Finding A Therapist
Some advice for those considering finding a therapist.
Shrinks. Therapists. Counselors. Psychologists. No matter what you call them, these compassionate professionals help people with mental and emotional disorders or problems. Yet when you're the one with the emotional disorder or problem, it is sometimes difficult to make the decision to seek professional help.
The main reason for this is because people associate professional help with, "Wow, something is really wrong with that person!" Most of the time, the person with the disorder or problem is not some "psycho", as many label it, but more so, someone going through a rough time. We are all prone to mental anguish, and admitting that we need help when we face it is the most responsible and beneficial thing to do.
You don't even need a "disorder" to go to therapy anymore. Nowadays, seeking psychological help is more widely accepted. Most insurance plans cover mental care. People are now realizing that the mind is as sensitive as the body, and it needs care as well.
So, you think you may have a problem. Maybe you've had more than your fair share of the "blues". Or maybe you've had some nightmares about a traumatic event. Whatever the problem is, there are three steps to assessing your emotional and mental health needs.
First, decide if it is a problem at all. If you have been sad over the past week since your mother has died, that grieving is a natural process, and not an immediate emergency. Yet, if after months you cannot shake the sad feelings, you may want to consider getting some assistance. Don't worry, you aren't going to a looney bin! If you were, you'd have already been there.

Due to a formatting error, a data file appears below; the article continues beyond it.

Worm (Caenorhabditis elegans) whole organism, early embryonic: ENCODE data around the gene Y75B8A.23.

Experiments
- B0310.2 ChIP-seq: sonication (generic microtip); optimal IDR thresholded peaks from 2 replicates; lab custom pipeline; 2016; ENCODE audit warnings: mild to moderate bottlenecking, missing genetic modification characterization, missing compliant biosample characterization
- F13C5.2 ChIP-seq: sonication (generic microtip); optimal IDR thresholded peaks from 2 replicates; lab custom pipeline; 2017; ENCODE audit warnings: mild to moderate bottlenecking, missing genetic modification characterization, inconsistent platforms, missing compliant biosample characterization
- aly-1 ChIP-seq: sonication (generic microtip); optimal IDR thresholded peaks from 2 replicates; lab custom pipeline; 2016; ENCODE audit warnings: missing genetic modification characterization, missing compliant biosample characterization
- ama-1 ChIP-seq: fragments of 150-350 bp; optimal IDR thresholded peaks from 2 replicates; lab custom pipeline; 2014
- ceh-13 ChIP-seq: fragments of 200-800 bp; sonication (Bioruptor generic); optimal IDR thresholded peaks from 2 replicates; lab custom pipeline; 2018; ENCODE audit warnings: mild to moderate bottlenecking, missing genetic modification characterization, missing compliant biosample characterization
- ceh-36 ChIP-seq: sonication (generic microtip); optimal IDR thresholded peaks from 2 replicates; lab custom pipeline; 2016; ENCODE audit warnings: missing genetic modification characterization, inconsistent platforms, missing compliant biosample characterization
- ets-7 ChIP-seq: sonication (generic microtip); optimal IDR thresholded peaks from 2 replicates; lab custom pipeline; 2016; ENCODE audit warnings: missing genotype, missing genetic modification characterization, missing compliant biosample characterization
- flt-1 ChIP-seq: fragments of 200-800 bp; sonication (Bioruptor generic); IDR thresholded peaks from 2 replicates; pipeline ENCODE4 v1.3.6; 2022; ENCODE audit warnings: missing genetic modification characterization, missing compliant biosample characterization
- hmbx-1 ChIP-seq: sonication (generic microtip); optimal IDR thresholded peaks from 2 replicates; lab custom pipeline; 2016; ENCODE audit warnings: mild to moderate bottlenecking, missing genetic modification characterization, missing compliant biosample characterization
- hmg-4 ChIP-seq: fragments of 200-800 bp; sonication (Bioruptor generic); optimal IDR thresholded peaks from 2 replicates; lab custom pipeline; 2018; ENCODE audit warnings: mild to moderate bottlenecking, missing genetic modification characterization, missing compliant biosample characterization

Second, if you have decided to seek help, there are many forms available to you. You can see a licensed social worker, a therapist/psychologist, or a psychiatrist. The best bet is to seek a psychologist out first. A psychiatrist is a mental health doctor that can prescribe medication. If you have been having severe panic attacks, you may need medication to ease your body for a while, so going to a psychiatrist may be the best bet.
The third step is to make the appointment, and go for a visit. Remember that if you do not feel comfortable, you do not have to stick with that therapist or counselor. And most of all, one bad therapist does not mean the rest are that bad. Look around, make some calls, write some e-mails-- find the perfect person for you. They are out there.
Okay, so you're not wacked out, and you may not even be going through a rough time. You may not have an anxiety disorder and you may not be depressed. But you still feel the need to talk.
There is always help for you. Maybe your issue may be a career change, or marriage counseling. Those are forms of therapy that do not cater to an emotional disorder or problem, but to an issue that is important and may need professional assistance.
Whatever choice you make, it is important to realize that going to therapy is not a bad thing. It doesn't mean you have to check into a psycho-ward, and it doesn't mean you're weak. Going to therapy means you are strong, educated and aware enough to know that your mind is as delicate as your body. And you are brave enough to take care of yourself, body and mind.